Thursday, August 11, 2011

The Annals of Nursing- Junior Year Specialties Winter 1971-Maternal -Child Health

Maternal-Child Health is what I remember the school called it. It was our winter semester. And in that eight weeks, I never saw one child born. Students were many. Pregnant mothers few, for Hanover was a village and the Upper Valley was rural. Each student had been assigned to follow a "clinic mother". We met her at doctor's appointments and followed her progress.Had mine had her baby at the hospital,I would have been there to see it.

My clinic mother was a hippie, or as close to one as one could be in Hanover. She had different ideas about having her baby. She wanted home birth, and she wanted me to be there. "Do not even think about going if she calls you", my instructor warned. And my clinic mother did call me, and I did not go. I heard later that a local GP had gone out into the snow and delivered the baby.

I remember little of the rest of that semester other than distaste, and a terrible boredom. What I thought, could be more mind-numbing than post-partum? And it was during this time that my view on doctors began to change as well.

I was with a woman in labor and was stroking her hair, when an anesthesiologist snarled at me. "I am sure that's nice," he said, "Get out of my way". It has been 40 years, and I still hear it clearly.

A hospital is an Autocracy, not a Democracy, and the Doctor, always and ever, is the Autocrat. I hate autocrats. I hate the second class citizenship of nurses.( I have seen much to resent over 40 years.) And now with the misery of Maternal-Child Health over, I headed into my Operating Room Rotation. I was to spend time boxed in in a small room with medicine's Ultimate Autocrat- the Surgeon.

Ironic then ,that the surgeon I remember best was a civilized and gracious man. I would not see many like him in the future. His name was James Watson, and he was a thoracic surgeon. He was not young, nor was his scrub nurse of decades, a woman named Sue. I would see them at breakfast in the hospital cafeteria morning after morning. I am sure after all the years she had spent with him that she was as close as his wife, probably closer. She knew him inside and out. I was in his OR one morning when Dr Watson gently snapped at Sue. She had handed him the wrong instrument. She took it back from him. He turned away. And when he turned back, she handed it to him again. "That's better', Dr Watson said. Sue looked over at me and winked.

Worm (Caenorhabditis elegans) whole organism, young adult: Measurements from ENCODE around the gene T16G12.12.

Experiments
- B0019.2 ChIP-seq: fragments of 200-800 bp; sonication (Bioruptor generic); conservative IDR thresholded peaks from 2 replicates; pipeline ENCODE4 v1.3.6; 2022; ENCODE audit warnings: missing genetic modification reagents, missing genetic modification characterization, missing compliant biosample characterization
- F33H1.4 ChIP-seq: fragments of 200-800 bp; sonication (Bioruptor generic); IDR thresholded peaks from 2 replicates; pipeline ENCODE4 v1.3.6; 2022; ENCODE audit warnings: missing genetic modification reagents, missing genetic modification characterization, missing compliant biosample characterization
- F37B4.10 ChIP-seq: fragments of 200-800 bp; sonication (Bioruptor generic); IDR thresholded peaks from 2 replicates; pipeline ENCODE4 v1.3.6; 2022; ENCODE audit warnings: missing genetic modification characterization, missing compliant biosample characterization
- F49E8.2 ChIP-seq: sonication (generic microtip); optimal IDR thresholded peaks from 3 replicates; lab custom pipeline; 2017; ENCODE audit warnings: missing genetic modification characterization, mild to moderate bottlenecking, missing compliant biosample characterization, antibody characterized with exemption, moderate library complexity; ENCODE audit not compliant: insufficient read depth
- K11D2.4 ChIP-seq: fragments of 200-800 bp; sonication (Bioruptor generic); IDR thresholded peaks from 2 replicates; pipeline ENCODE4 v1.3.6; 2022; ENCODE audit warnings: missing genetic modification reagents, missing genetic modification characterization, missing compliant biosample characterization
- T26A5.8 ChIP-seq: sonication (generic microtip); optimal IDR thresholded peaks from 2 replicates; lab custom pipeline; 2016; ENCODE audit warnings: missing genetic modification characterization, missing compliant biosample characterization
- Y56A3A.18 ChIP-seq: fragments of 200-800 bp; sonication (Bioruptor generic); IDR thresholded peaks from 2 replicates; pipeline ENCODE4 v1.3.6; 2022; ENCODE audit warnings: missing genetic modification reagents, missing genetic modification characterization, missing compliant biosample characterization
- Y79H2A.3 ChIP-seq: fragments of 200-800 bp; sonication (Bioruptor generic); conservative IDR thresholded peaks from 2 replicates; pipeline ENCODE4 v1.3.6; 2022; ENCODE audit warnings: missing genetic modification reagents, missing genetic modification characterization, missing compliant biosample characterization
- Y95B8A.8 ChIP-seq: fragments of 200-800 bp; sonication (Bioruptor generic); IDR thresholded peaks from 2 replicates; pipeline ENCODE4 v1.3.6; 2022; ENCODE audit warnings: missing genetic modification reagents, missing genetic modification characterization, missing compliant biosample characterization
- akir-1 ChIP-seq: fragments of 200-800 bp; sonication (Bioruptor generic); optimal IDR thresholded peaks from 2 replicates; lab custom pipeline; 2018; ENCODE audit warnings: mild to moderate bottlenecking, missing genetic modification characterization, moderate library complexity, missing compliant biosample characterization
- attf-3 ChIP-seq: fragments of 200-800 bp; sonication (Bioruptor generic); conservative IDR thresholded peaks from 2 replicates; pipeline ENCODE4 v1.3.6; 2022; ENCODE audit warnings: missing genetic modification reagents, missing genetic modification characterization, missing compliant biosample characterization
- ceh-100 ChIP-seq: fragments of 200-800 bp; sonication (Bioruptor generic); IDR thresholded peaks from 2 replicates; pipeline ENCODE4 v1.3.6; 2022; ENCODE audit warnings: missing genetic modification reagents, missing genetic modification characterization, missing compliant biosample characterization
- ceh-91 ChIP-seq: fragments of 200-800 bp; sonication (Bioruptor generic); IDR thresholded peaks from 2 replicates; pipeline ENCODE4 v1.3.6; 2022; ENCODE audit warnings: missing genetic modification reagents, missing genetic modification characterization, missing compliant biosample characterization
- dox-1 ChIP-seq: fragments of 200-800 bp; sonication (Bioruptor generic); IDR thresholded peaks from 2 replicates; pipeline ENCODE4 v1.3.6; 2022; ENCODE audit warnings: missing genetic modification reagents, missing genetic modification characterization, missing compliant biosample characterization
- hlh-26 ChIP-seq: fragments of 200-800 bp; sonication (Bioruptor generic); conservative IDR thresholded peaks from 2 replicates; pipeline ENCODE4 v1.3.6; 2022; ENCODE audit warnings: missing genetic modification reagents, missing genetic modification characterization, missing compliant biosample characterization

"You would be a natural in the OR", my instructor would say to me. She was gung-ho. A cheerleader. A procurer. She was wrong. I was not a natural for any specialty I saw in my junior year.

And now, bear with me, for I need to expand for a moment on the subject of surgeons. I remember the old joke I heard years ago at the VA hospital:

"Medical doctors know everything, but can't do anything. Surgeons do everything, but don't know anything. Pathologists know everything and do everything, but too late". Witty. And I remember a night at a big city hospital 1200 miles from Hanover. One of the surgical residents came to our ICU to look at a patient who was bleeding post cardiac surgery, She called the attending surgeon, who was not pleased. "Ah", the resident said to me, "The ABC's of Doctor ---. Accuse, blame, and criticize".

Add to this list the free-floating rage of a frustrated surgeon. It looks for a place to land. Scalpels fly. Aortas are ripped, scrub nurses are cut in the leg, or beneath the eye. A surgeon picks up an oxygen monitor and threatens to hit an ICU nurse over the head with it. A surgeon berates a nurse as a god-damned idiot for following another doctor's order for sedating the surgeon's patient. Everything is always someone else's fault. Even when friable tissue too fragile to have been sutured rips apart, it is the nurses' fault. They let the patient's blood pressure get too high. They-.

But enough. I feel I have made my point. Are all surgeons like this? No. But too many are.

I have no time now to take you with me to my Psychiatric Nursing Semester.
I will come back to it. For it was a milestone- the last specialty before the summer. The last time we would be juniors.

Our future was on the other side of August.

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